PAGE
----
Poetry is a wonderful way to introduce young children to the idea of rhyme and rhythm. Poems can also incorporate counting and alphabet themes that help children to learn numbers and letters. Read aloud, children can be encouraged to join in as soon as they become familiar with the words. That’s something they are likely to do surprisingly quickly.
If you are looking for a collection of short rhymes, Clap Your Hands Finger Rhymes by Sarah Hayes and Toni Goffe (Walker Books, ISBN 074451231X) is an anthology of both modern and traditional rhymes, some to be read aloud and some that can be sung. Along with each rhyme comes a series of colorful illustrations that demonstrate actions using the fingers that children can do whilst the rhymes are read or sung. Some involve counting, forwards or backwards, whereas others require using fingers and thumbs to make a circle or a triangle, for example, or to imitate ‘incey wincey spider’ climbing up the water spout. Here’s an example of the kind of rhyme you will find in this book:
‘Five fat peas in a pea-pod pressed.
One grew, two grew, so did all the rest.
They grew and grew and did not stop,
Until one day the pod went POP!’
What Fun to be a Hippo, poems chosen by Wendy Cooling (Franklin Watts, ISBN 0749639121) is an excellent anthology looking at a variety of animals, from ants through kangaroos to tigers. Each poem is illustrated with either a colour photograph or a black-and-white drawing of the animal. Here is an excerpt from a poem about a squirrel:
‘Whisky Frisky, hippity-hop
Up he goes to the treetop!
Whirly, twirly, round and round,
Down he scampers to the ground.’
The delightful rhyming language makes this anonymous poem particularly suitable for pre-school children; other poems featured here are aimed more at older children, such as Tennyson’s ‘The Eagle’. It is a worthwhile addition to the pre-school library, however, as many of the verses here are rhythmical and amusing; some are shape poems that are fun to look at alongside the pictures, even if the children cannot read the poems themselves.
Not all poetry books for young children have to be collections of individual short verses. Commotion in the Ocean by Giles Andreae and David Wojtowycz (Orchard Books, ISBN 0439082145) is a book full of brightly colored, eye-catching illustrations that introduces the creatures of the sea in rhyme and rhythm: the octopus, the angel fish, turtles, and so on. At the end of the book, children are invited to see how many of the creatures they can remember, and the combination of picture and rhyme usually helps them to recall most of them.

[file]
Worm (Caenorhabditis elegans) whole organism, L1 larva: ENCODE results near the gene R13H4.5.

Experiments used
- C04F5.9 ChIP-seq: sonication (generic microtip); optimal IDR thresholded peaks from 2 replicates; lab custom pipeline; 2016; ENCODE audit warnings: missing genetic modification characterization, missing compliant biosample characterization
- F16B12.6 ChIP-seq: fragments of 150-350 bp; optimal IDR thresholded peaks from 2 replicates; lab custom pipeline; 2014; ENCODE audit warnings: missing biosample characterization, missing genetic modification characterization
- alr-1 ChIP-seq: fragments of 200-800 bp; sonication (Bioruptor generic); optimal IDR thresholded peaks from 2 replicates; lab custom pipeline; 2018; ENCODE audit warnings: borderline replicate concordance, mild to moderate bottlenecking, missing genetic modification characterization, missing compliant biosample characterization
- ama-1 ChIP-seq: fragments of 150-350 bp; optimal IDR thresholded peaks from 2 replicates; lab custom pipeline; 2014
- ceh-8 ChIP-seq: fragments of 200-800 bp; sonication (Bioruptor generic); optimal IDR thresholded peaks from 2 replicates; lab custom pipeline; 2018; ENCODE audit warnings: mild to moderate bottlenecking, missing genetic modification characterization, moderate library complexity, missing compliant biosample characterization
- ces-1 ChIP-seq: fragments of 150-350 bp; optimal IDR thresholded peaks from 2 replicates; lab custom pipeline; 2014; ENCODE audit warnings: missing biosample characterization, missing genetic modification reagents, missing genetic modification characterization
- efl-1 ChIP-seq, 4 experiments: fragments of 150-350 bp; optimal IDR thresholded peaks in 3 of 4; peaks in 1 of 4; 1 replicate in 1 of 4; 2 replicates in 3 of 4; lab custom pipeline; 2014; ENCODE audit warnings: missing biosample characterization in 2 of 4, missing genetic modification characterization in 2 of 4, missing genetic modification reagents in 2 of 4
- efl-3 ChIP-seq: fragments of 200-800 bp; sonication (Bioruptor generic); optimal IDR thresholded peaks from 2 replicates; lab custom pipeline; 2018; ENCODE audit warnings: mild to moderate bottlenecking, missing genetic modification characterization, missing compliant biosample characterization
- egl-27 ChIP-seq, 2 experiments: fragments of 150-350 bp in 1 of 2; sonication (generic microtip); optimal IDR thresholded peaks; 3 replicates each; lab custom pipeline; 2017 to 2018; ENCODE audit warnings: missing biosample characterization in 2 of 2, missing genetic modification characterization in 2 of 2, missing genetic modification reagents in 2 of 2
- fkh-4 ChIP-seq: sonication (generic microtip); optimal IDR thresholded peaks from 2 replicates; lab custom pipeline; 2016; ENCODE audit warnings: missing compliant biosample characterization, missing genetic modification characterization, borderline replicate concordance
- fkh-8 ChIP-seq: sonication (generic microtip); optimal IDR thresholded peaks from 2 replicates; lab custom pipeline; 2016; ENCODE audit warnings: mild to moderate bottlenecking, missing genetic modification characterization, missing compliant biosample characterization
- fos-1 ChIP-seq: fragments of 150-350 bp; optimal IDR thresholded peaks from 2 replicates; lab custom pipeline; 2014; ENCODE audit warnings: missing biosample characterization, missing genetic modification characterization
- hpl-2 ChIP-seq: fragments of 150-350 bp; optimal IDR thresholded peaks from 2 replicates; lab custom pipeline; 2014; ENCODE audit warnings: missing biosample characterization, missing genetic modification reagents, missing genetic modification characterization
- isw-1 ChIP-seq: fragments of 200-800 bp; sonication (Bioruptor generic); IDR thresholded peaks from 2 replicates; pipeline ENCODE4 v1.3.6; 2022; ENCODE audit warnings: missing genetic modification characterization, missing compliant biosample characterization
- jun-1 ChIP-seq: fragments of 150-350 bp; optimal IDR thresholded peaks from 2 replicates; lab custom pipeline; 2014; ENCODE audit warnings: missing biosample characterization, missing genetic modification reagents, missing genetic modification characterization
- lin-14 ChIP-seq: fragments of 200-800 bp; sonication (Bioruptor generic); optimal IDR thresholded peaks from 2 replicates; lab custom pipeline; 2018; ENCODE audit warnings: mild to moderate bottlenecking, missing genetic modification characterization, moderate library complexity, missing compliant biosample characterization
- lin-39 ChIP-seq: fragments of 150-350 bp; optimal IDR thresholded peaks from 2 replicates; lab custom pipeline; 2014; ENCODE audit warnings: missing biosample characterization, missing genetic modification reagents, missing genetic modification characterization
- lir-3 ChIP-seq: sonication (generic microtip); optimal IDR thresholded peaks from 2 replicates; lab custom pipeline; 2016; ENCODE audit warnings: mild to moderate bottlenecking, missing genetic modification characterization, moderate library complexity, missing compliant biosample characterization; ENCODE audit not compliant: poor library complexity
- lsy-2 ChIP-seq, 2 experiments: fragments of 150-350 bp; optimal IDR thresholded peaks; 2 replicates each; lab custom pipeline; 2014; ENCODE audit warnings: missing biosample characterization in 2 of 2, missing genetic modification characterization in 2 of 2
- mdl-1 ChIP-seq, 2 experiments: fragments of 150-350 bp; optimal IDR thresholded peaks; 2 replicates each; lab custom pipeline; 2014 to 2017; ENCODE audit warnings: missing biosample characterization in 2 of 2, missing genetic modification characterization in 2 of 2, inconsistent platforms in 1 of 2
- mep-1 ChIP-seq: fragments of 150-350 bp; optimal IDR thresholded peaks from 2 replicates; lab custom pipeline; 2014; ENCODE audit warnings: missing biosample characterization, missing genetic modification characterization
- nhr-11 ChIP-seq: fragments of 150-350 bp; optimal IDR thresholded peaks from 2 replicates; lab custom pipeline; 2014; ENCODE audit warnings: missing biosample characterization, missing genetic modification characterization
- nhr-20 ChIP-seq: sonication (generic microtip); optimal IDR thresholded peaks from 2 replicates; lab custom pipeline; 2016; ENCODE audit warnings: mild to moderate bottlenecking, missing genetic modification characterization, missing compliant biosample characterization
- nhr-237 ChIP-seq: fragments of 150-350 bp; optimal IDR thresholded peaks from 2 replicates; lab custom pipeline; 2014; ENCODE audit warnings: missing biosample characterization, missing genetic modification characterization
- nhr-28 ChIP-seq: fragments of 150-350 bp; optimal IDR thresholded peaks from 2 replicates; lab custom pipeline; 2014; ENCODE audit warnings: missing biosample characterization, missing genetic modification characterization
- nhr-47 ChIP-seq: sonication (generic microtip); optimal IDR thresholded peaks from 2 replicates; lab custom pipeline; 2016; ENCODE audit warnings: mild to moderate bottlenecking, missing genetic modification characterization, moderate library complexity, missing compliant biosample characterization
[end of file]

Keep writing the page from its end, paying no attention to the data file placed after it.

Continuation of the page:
Doing the Animal Bop by J. Ormerod and Lindsey Gardiner (Oxford University Press, ISBN 0192791400) begins ‘If you like to dance and you sometimes sing, Why don’t you do the animal thing?’ It is hard to resist the urge when this is read aloud to get up and try to move in the same way as each animal that appears in these pages, jiggling and jiving, waddling like a duck or stomping like a rhino. On the final pages the line ‘so let’s end up with a great big mooo!’ becomes so familiar that the children love to join in. Both rhyme and rhythm come through in no uncertain terms, creating a lively pace.
Animals often seem to be the main focus of children’s poetry, but Mister Magnolia by Quentin Blake (Red Fox, ISBN 0099400421) is the story of a poor man who had only one boot:
‘He has green parakeets
who pick holes in his suit –
And some very fat owls
who are learning to hoot –
But Mr Magnolia
has only one boot.’
This is a light-hearted piece of narrative poetry that has a happy ending as a little girl presents Mister Magnolia with a parcel that contains another boot. It doesn’t match the one he already has, but never mind, it’s a boot, and Mister Magnolia is deliriously happy. It might seem like a strange story, but Quentin Blake is of course the genius behind the illustrations to Roald Dahl’s books, and he has provided wonderful colored drawings to his own story here. We are introduced to Mister Magnolia’s purple dinosaur, and we see our hero splashing down a water chute and juggling with fruit. There is plenty here to capture the imagination of little pre-schoolers.
Whether you are looking for counting rhymes or stories, animal themes or rhythms to dance to, there is a wide variety of poetry books to choose from that will instil young children with a sense of rhyme and rhythm. Enjoy sharing them, reading aloud or singing, sitting attentively or getting up to boogie. Poetry can be great fun!